There are more good things about living in Kuala Lumpur than bad, but when you are new in town things can get out of proportion. It’s when you are in the throes of the second stage of culture shock (that’s that one that comes after the Honeymoon) and you find yourself dwelling on the horrid bits. It’s called the Denial Phase, and is when you put down your rose tinted spectacles and swap them for a magnifying glass. It’s the time you compare everything with where you ‘used to live’.
I remember, in Holland, nine years ago, Phase 1 lasted a very short time and it was literally days before I was in fear of going too far, getting lost and not finding my way home. In Carolyn Vine’s memoir, Black and Abroad, she tells the story of her first tram trip, getting lost and the meltdown that ensued.
“I realize my culture shock had been as much a reaction to feeling broadsided by my loss of independence as to the Dutch culture,” she writes.
Well, hell, yeah! I realised this time, our sixth posting, that it is the loss of independence that drips its poison onto the way I see it now. My new, albeit a bit warped, perception. I know this. I recognise it, but it DOES NOT MAKE IT ANY EASIER.
Here, there is a rise in petty crime. The perpetrators only want your cash or things they can sell on quickly, but everyone is at risk, even the expats in the better parts of town. Motorcycles swoop past and rip your handbag off your shoulder – solution, don’t carry a handbag full of money, passports and credit cards, nor an iPad and iPhone around with you and never carry it roadside. I just have to learn to do things differently. But, here I am slap bang at the start of Phase 2 (and by the way in Holland mine lasted almost a year) and the negative side of this wonderful city is biting me on the bum. Carolyn hit the nail on the head. In lovely, safe, beautiful, friend-filled, Holland, I could jump on my bike and go wherever I liked. I could walk anywhere, even in the woods and this became my meditation, my favourite thing and my daily must-have. I could carry a handbag full of the usual stuff women cart around. I could walk down dark alleys and do things on my own. So, I miss that independence that can only come, not from living in a safer, quieter city, necessarily, but from being familiar with the place, from no longer being ‘lost in transition’. I must remind myself of this daily.
So, there you have it, I am frightened about the crime here. It’s new for me. It means I can’t wander about at will on my own. It means I have to ditch the handbag. It means I need to book taxis, and park in open places (when we have a car). All solvable.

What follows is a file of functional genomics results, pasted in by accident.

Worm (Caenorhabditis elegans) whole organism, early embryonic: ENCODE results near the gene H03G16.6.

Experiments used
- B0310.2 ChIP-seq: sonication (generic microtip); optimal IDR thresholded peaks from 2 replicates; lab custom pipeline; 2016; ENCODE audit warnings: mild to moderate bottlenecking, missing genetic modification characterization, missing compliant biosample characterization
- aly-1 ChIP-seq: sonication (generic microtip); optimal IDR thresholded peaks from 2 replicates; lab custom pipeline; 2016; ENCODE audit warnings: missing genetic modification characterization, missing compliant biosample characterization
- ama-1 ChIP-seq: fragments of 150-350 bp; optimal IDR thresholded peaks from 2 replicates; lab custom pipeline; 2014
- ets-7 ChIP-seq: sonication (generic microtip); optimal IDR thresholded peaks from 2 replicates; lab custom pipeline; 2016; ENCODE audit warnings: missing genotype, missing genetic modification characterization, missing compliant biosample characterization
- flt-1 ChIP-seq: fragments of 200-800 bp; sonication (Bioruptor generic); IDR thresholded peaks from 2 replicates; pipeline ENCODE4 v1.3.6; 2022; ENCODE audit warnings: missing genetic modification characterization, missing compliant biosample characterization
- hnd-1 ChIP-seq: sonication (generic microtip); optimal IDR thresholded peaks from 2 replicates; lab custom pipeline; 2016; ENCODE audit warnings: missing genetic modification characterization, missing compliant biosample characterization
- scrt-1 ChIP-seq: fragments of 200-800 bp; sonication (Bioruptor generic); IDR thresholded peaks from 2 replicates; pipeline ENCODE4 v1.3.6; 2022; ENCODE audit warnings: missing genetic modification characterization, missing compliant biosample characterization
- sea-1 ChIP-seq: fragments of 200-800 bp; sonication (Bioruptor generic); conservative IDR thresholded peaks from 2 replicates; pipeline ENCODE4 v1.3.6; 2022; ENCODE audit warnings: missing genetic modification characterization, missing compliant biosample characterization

Thank God that I am an optimist. I’m a worrier too, but I always like to find the good in things, places and people. I have many reasons to be cheerful:
Ten Reasons to Be Cheerful
- The fresh fruit here is amazing.
- It’s cheap to eat out.
- The travel opportunities are plentiful, easy, close and cheap.
- I live in a wonderful, green, safe, condo with streets in which I can spend 22 minutes walking (I timed it!).
- We have a good-sized pool and a gym and I hear there are yoga classes twice a week.
- The botanical gardens are 10 minutes’ walk away and all I need is a friend to accompany me and I’ll find a slice of my kind of heaven (first new friend, joins me for this tomorrow).
- I get to eat breakfast on my balcony and read The Times on my iPad.
- The jungle is only 30 minutes away by car.
- I already had at least four friends before I came here, who can take me places.
- My first writers’ circle (my other sanity) starts next week. I organised it and we have seven people already.
It wasn’t difficult to write that list. I am grateful for many other things, including right now that (I’m not taking a breath so I won’t put any commas in this explanation either) Emma answered my plea for lasagne sheets after my Tesco delivery failed to bring it nor substitute it and was the only reason I made the delivery and I have guests I’ve never met before coming for dinner who don’t eat meat and I don’t think fish pie and salad is really a mix. Two seconds ago she brought some to my doorstep, having popped to the shop on her way back from the school run. I even got to hug her lovely daughters who were in the car.
I’ve started a Gratitude Journal, just to make sure I go to sleep positive every night, where I write down three things I’m grateful for every day. I also write down three achievements. Yesterday I was grateful, among other things, for my new dehydrator and achieved 20 lengths of the pool before breakfast.
Still, as a writer, I can’t simply move on from my feelings. I have to write them down. So here you go, if you didn’t read it on Facebook yesterday (Note to my mother, who reads this blog: poets can be overdramatic for the sake of their art and how I felt at the moment I wrote it yesterday may not be how I feel today, OK? Like I said, I’m an optimist!)
As a labourer’s hand gnaws a stressball,
fear claws my belly –
a cat making itself comfortable,
round and round, needling,
masticating hope into a pulp.
They pulled a knife on my neigbour,
wrenched a toddler from his home,
snatched a purse off a passenger seat,
held a twelve-year-old to ransom.
Too close to home.
to put into a pile,
to flick through later.
Thoughts like these,
scorch the edges of my happiness
and leave me tracing corridors,
in search of freedom.
A ripple of birdsong
rattles my cage of silence,
cicadas bore sweet pathways to my heart.
I bite down into a golden coin
of fresh, local pineapple,
just dried. I chew;
remember how to smile.